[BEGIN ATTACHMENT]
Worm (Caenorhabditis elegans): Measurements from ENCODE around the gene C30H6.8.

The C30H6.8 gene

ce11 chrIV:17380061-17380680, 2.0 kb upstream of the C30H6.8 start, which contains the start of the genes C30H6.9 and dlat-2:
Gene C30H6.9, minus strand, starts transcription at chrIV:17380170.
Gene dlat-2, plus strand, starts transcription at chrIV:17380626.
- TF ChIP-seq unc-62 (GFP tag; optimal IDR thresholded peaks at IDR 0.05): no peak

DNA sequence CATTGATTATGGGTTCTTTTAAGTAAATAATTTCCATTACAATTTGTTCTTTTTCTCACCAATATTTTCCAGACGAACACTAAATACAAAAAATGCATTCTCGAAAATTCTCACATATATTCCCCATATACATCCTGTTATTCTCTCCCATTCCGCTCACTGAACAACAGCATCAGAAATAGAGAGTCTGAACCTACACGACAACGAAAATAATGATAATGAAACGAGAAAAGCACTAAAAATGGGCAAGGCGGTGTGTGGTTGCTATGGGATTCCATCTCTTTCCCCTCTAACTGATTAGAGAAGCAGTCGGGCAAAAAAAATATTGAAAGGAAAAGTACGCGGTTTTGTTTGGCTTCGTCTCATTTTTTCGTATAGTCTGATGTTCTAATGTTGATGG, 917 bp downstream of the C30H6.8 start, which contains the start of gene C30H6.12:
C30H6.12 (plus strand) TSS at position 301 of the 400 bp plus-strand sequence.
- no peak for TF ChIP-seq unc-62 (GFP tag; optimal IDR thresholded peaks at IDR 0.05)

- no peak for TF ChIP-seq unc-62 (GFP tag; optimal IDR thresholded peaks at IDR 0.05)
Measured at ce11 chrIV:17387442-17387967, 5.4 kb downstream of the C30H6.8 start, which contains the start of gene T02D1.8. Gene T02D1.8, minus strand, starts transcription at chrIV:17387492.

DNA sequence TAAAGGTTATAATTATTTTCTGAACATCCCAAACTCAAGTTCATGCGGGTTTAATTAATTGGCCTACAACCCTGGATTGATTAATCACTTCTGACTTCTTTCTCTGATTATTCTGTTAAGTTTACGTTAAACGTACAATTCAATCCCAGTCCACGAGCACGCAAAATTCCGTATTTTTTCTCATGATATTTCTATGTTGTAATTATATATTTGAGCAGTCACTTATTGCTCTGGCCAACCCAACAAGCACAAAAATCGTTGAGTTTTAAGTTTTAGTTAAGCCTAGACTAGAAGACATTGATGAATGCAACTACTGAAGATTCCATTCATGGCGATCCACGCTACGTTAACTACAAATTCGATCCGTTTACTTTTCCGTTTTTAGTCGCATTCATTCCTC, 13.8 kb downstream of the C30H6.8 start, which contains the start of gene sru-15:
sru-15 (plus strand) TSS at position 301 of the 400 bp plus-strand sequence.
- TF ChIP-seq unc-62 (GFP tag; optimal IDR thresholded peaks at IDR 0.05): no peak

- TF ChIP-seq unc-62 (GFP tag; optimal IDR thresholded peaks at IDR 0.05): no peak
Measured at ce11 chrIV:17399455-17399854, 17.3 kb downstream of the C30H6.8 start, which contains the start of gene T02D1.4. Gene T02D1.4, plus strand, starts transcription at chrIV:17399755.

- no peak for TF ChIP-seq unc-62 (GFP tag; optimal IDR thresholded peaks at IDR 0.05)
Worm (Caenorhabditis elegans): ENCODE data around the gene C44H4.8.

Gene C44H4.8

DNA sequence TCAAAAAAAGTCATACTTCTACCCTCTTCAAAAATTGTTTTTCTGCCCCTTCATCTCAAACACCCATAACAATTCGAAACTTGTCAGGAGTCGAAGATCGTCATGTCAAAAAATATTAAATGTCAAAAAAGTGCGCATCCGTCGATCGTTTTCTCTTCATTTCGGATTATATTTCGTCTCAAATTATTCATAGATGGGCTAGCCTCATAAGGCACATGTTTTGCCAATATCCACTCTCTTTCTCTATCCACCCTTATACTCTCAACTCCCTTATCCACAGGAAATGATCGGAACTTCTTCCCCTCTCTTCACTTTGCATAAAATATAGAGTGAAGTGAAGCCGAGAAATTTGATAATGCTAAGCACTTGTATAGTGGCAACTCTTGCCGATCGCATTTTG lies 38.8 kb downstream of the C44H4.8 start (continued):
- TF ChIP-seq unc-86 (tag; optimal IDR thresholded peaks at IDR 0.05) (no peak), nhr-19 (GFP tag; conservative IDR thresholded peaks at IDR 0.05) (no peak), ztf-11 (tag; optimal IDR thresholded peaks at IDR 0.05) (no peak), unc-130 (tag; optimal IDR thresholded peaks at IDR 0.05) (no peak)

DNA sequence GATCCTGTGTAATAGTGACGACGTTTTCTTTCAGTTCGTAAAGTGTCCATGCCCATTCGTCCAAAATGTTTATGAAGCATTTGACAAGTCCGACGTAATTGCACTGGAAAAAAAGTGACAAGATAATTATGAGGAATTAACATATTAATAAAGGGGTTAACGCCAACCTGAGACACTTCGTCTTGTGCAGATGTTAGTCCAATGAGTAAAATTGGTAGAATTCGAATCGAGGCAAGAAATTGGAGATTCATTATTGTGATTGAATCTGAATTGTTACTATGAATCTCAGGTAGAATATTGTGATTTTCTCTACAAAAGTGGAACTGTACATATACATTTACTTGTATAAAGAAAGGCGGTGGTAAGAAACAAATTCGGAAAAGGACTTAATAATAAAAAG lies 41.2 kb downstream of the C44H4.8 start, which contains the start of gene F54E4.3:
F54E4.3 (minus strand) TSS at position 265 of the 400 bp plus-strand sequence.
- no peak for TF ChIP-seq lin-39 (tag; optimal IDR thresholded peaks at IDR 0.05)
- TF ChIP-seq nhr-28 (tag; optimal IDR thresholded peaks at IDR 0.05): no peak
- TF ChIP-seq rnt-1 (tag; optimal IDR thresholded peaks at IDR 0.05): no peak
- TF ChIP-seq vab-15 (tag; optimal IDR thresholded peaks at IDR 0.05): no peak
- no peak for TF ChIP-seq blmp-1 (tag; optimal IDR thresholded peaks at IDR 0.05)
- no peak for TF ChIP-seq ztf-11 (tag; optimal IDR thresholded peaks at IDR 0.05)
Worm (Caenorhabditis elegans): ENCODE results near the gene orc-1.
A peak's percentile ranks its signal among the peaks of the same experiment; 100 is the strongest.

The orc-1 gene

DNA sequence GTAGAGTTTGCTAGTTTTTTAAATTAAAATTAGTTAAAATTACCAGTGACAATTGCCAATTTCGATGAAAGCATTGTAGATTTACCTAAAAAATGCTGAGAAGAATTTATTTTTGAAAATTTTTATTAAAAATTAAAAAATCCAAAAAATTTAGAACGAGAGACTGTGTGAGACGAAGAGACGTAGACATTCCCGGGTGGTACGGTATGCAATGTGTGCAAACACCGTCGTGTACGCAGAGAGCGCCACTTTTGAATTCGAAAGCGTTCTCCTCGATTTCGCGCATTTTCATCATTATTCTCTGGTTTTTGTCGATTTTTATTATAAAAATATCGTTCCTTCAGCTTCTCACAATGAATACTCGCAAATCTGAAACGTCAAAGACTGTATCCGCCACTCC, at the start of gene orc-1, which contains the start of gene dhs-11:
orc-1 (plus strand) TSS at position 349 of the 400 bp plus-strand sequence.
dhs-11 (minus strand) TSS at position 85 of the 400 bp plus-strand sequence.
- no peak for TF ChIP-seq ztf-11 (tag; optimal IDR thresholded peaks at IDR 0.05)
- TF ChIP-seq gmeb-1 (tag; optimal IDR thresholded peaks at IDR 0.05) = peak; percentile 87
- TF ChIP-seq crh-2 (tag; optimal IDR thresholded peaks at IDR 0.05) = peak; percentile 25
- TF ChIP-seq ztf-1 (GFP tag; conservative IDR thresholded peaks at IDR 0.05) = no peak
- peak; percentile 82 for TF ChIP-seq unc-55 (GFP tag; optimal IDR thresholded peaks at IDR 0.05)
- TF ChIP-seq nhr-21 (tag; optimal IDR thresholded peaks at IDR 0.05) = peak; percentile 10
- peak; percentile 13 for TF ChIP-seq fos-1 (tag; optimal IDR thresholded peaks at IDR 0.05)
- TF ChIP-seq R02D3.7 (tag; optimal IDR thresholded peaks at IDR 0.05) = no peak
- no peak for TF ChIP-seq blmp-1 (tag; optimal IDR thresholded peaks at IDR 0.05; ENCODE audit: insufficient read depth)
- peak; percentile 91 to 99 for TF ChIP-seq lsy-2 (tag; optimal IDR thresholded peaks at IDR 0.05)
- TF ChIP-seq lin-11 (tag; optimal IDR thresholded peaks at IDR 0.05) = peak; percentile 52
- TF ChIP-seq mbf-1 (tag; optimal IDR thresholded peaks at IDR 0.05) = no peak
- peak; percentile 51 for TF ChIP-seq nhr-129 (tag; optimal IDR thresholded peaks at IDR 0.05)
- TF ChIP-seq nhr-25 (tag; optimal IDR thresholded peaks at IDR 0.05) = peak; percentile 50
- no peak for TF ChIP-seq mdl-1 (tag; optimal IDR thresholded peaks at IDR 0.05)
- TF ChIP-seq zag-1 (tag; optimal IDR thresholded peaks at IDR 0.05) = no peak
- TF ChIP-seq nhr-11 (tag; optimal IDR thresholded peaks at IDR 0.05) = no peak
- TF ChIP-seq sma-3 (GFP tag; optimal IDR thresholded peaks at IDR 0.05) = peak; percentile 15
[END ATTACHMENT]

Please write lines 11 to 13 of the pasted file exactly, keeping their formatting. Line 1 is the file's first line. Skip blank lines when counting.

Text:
Measured at ce11 chrIV:17387442-17387967, 5.4 kb downstream of the C30H6.8 start, which contains the start of gene T02D1.8. Gene T02D1.8, minus strand, starts transcription at chrIV:17387492.

DNA sequence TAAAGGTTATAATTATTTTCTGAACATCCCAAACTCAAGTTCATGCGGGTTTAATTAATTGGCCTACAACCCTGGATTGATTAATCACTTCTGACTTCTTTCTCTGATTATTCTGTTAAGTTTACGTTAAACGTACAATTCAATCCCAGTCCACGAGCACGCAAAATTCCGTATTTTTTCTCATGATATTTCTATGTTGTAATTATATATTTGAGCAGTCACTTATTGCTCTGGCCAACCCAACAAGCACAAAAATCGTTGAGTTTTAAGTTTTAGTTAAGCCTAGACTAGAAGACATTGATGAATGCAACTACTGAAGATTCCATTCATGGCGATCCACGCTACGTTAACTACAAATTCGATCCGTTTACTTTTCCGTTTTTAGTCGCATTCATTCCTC, 13.8 kb downstream of the C30H6.8 start, which contains the start of gene sru-15:
sru-15 (plus strand) TSS at position 301 of the 400 bp plus-strand sequence.